Diana R. Chambers Diana R. Chambers
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Stinger

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Stinger Q&A With Diana


Q. Your novel is set in Afghanistan and Pakistan. How did you come to be interested in this region? Why did you write this book?
A. Having studied Indian art and history, I've traveled often to India and keep up on regional issues. In the early 80s, I was appalled by the Soviets' brutal occupation of Afghanistan and then struck by the courage of the mujahideen: David slinging rocks at Goliath, and somehow managing to survive. The Afghans are larger-than-life figures and captured my imagination. I especially admired Commander Massud, a cultured man who spoke French and wrote poetry. He was also known as a progressive, unlike most of the other leaders, and I based my Jamal character on him. Tragically, he was assassinated two days before 9/11 by two "journalists": suicide bombers eliminating a possible U.S. ally during the retaliation bin Laden knew was coming.

Q. How did you research the story? Did you travel there?
A. I traveled twice to Pakistan and was especially fascinated by Peshawar, the ancient border town where the story opens, a hotbed of intrigue. I had the image of WW2 Casablanca, that mysterious atmosphere. We traveled deep into the countryside, including some remote and very traditional Karakoram areas, and also visited the Darra gun bazaar, which I describe in the book as having a carnival-type atmosphere. Touring this arms village—at once cheerful and deadly—was a surrealistic experience that led to one of my most popular travel articles. Besides gun dealers, we met all kinds of people, mostly hospitable and gracious. We came close to the Khyber Pass but were denied entry for security reasons, ours! As the entrance to the Indian subcontinent, the Khyber Pass has had a storied—and violent—past, fought over by many would-be conquerors. In one nasty ambush, Afghan tribesmen let a lone Englishman survive to tell the tale. I really enjoyed my research and unearthed some wonderful old books, even dating back to the Mughal Empire before the days of the British Raj.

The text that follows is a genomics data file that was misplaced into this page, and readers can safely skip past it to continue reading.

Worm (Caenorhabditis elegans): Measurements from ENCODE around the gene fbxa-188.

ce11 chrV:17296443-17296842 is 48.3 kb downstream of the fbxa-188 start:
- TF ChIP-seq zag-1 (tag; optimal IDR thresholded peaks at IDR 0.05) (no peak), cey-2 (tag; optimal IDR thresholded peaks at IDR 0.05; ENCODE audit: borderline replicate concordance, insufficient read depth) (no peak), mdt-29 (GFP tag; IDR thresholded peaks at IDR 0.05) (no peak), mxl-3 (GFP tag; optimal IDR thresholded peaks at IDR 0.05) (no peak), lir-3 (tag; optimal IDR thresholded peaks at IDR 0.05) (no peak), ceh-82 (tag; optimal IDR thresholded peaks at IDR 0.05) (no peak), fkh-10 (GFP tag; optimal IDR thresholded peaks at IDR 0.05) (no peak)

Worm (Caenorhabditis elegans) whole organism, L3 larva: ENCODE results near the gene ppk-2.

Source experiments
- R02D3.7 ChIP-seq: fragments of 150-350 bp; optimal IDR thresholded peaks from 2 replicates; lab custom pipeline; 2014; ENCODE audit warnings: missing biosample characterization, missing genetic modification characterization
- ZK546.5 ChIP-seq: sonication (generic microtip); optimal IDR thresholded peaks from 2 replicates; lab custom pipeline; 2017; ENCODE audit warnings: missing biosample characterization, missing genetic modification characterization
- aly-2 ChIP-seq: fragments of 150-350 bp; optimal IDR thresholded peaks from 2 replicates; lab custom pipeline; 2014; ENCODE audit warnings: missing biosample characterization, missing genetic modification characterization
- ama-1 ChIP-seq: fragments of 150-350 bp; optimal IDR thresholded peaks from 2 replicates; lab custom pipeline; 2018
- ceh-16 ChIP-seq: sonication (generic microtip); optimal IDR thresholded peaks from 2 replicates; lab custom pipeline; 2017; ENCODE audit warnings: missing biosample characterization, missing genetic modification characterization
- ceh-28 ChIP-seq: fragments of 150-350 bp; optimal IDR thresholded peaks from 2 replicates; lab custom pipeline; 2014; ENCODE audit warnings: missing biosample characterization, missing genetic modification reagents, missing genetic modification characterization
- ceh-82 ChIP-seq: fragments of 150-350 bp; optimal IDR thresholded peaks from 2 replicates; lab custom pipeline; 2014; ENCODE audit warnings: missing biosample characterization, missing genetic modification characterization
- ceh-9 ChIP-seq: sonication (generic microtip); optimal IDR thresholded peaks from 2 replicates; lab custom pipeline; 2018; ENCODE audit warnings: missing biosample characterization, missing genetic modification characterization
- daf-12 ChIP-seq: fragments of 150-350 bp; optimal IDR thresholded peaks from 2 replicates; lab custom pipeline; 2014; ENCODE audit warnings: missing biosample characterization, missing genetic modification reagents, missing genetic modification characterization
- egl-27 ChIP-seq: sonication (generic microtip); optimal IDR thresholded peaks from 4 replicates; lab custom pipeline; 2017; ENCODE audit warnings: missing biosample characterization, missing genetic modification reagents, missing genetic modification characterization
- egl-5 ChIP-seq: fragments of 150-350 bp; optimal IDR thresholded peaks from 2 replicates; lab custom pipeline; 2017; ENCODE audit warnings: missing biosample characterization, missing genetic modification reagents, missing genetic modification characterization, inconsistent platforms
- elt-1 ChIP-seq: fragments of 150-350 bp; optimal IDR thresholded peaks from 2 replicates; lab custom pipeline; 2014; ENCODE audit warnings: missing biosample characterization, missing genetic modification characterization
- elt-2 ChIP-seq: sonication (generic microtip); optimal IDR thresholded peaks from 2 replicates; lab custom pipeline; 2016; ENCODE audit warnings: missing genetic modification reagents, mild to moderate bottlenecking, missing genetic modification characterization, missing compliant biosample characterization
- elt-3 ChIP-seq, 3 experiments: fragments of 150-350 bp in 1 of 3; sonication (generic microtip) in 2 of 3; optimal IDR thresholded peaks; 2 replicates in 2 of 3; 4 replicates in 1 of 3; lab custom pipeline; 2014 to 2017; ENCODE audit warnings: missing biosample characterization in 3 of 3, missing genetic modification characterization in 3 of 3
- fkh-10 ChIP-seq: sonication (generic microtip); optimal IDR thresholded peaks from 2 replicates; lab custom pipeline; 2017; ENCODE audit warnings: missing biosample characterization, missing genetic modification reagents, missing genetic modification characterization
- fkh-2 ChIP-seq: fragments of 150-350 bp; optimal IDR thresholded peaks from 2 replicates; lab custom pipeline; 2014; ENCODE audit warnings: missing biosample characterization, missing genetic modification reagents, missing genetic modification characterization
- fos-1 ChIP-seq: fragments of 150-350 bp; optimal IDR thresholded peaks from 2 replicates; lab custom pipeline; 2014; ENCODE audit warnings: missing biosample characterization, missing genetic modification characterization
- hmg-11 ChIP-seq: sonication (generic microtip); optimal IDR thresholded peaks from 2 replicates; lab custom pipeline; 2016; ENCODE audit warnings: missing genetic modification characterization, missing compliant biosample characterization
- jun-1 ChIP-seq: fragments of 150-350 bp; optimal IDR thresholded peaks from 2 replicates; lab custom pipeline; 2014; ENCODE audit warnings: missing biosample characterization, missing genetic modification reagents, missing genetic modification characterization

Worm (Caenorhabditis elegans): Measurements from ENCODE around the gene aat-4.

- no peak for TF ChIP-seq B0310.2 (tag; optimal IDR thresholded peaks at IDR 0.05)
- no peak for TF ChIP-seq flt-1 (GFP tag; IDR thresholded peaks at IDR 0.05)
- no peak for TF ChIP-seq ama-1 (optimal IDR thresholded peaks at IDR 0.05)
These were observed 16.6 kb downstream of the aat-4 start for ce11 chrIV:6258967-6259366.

I have special fondness for the Mughal period and once researched a book about the great emperor, Shah Jahan, who built the Taj Mahal in memory of his beloved wife, Mumtaz Mahal, one of the great love stories of all time. Later, I thought of doing a story about a hidden cache of jewels in another royal tomb. The story evolved into Stinger.

Q. You've discussed your interest in the dramatic history of the Soviet-Afghan conflict. Do you see any additional relevance?
A. It takes a lot to draw U.S. attention to Central Asia, a very distant part of the world. America's current involvement in Afghanistan stems directly from 9/11. However, a not-so-long view of history would give us another perspective on how we actually ended up there this time-as well as our debt to the Afghan people.

The heroic Afghan resistance to the Red Army galvanized the world. As supported by a U.S. covert assistance program—which included "mule-portable," shoulder-fired Stinger missiles—the mujahideen gained a stunning victory that led to the collapse of the U.S.S.R., and thus of communism itself! Ignoring the lessons of history, the Russians learned only too late that the tribal peoples of Afghanistan can not tolerate an invader and will always unite against the Farangi (foreigner).